The main issue of the Yahoo Japan case was whether, upon a tax-qualified merger, the surviving company (Yahoo Japan) was entitled to utilize net operating losses (“NOLs”) of the acquired company pursuant to Article 57 of the Corporation Tax Act of Japan (“Act”). In Yahoo Japan, while Yahoo Japan formally satisfied the requirements of Article 57, the tax authorities denied Yahoo Japan’s utilization of the NOLs of the acquired company by applying Article 132-2 of the Act, a general anti-avoidance rule. Under Article 132-2, if the corporate tax burden is determined to be unduly decreased due to a reorganization transaction (i.e., it would be unfair for Yahoo Japan to utilize the tax losses of the acquired company after the merger), the Japanese tax authorities are empowered to deny the reorganization transactions (e.g., merger, company split, share exchange, etc.) or the book entries thereof and compute the taxable income or net operating losses as they deem appropriate
The main issue in the IDCF case was whether a company (IDCF) that was newly incorporated as a wholly owned subsidiary of the transferor upon a company split was entitled to recognize goodwill (which is recognized only in the case of a nonqualified company split and is depreciable for five years on a straight line basis) pursuant to Article 62-8 of the Act. In IDCF, the transferor company was scheduled to sell its shares in IDCF upon the completion of company split, and thus the company split did not formally fulfill the requirements of a tax-qualified company split. Accordingly, IDCF recognized goodwill pursuant to Article 62-8 of the Act. Nonetheless, the tax authorities also denied IDCF’s recognition of the goodwill and deduction of depreciation expense for corporate tax purposes by applying Article 132-2 of the Act.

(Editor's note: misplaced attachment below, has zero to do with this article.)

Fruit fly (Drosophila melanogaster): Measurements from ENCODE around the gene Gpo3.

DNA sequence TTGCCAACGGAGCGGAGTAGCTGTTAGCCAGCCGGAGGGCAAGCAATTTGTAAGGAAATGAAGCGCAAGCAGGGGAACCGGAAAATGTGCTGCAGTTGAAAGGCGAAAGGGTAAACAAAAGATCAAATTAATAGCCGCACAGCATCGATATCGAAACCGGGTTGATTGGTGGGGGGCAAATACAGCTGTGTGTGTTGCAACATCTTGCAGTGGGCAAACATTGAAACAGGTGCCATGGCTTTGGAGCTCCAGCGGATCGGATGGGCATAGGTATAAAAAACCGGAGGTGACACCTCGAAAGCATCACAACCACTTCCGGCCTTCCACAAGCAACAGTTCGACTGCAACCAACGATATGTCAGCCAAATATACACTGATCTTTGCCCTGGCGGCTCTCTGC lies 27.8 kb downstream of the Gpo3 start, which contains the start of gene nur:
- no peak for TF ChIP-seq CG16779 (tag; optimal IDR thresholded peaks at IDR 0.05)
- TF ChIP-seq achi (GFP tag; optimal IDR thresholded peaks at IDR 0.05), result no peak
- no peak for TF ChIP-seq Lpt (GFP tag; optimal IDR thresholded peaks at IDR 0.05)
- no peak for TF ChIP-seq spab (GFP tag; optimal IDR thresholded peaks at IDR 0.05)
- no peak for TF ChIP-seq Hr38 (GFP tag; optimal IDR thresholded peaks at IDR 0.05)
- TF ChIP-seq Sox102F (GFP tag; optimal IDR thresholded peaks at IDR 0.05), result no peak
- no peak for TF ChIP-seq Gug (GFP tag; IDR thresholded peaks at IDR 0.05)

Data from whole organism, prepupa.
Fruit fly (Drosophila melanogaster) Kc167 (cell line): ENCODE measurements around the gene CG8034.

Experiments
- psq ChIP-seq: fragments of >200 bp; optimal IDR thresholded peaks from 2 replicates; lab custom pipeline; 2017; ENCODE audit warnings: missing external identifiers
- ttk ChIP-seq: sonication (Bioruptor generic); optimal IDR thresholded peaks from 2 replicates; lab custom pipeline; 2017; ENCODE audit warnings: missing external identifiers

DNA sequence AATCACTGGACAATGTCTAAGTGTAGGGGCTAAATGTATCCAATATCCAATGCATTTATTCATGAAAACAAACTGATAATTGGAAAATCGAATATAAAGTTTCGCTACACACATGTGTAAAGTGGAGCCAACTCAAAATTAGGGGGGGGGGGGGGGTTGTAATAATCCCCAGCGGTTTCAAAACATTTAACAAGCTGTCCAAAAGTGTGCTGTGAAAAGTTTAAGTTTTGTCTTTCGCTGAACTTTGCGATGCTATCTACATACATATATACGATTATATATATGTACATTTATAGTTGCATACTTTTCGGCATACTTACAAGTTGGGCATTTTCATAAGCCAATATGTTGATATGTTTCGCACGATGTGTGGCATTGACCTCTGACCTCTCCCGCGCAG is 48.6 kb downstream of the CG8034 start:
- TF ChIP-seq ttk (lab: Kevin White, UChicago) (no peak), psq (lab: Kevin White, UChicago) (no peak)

The court held in each case that Article 132-2 of the Act is applicable not only to (i) cases where the reasonableness or economic substance of a reorganization transaction is questionable, but also (ii) cases where acts constituting part of reorganization transactions formally satisfy certain requisite conditions of corporate reorganization taxation (by virtue of which the company can enjoy a decrease of its tax burden). However, the allowance of such a decrease in the tax burden would clearly conflict with the underlying policy of the corporate reorganization taxation system or the relevant provisions. Further, the court concluded in each case that the tax authorities’ denial pursuant to Article 132-2 was legitimate and dismissed Yahoo Japan’s and IDCF’s claim.
These two judgments were the first judgment in which a court applied Article 132-2 of the Act, and the scope of the Article 132-2 was interpreted broadly. Both Yahoo Japan and IDCF appealed the judgments, and the cases are now pending in the Tokyo High Court.
If the decisions of the Tokyo District Court are upheld, the predictability of tax decisions for corporate reorganizations would regress, and tax practitioners would be required to give careful consideration to the risk of denial by the tax authorities pursuant to Article 132-2 of the Act when providing tax advice